Every exclusion will have a significant impact on the young person. This is particularly true with permanent exclusion, which can be truly life-changing for the young people affected.
The available evidence indicates that children who have been excluded from school suffer adverse short-term and long-term outcomes. The ‘Timpson Review of School Exclusion’ identified that 7% of children who were permanently excluded and 18% of children who received multiple fixed-period exclusions achieved ‘good’ passes in English and math GCSEs in 2015/16. The Timpson review also highlighted that exclusion is a marker for being at higher risk of becoming a victim or perpetrator of crime; 23% of young offenders sentenced to less than 12 months in custody in 2014 had been permanently excluded from school prior to their sentence date.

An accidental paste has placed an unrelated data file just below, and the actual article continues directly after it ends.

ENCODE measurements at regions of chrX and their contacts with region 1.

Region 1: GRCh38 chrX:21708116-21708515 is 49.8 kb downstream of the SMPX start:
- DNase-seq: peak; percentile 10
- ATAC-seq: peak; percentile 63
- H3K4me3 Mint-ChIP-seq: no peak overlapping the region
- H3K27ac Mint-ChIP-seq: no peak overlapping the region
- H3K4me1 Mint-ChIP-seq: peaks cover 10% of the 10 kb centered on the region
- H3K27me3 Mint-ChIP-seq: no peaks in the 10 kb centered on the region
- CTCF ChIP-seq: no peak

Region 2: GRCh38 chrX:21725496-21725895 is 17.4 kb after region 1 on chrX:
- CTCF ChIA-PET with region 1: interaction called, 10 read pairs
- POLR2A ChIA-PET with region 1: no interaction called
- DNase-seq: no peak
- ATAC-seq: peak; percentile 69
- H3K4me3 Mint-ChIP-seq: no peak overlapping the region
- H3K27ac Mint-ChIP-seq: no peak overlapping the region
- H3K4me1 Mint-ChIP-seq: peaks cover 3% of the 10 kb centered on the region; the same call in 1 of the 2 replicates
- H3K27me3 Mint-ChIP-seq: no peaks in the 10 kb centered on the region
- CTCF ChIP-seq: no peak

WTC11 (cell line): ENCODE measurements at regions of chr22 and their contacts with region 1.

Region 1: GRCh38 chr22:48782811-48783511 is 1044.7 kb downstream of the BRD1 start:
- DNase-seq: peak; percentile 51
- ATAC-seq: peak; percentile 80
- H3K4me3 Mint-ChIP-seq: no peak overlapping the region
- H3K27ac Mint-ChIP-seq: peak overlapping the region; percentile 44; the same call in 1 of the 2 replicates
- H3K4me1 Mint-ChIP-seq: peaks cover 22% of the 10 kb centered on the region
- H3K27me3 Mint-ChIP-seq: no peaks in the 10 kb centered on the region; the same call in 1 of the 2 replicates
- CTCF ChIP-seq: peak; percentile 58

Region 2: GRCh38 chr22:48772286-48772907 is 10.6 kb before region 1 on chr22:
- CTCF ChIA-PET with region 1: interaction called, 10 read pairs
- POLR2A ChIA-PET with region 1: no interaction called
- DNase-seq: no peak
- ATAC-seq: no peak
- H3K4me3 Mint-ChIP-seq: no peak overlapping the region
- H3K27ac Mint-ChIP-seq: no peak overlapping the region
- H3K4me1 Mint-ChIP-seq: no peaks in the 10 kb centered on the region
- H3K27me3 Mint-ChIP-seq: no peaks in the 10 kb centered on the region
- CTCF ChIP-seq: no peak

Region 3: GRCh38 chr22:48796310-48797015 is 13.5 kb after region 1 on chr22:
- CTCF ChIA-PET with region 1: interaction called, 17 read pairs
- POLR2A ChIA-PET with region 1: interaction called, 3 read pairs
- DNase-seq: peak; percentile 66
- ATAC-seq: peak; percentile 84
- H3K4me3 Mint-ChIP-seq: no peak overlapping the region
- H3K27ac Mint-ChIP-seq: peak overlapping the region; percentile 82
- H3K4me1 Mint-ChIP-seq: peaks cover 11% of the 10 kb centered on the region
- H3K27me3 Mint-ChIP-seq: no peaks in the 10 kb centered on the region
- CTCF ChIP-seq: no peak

If you consider that the exclusion is proportionate, it may be appropriate to give the school's governors some general information on the impact of school exclusion, so they can make an informed decision about the gravity of the situation before deciding whether to uphold it.
Consider using the Suggested Wording document: Argument to the governing board: The exclusion will have a significant impact on the young person
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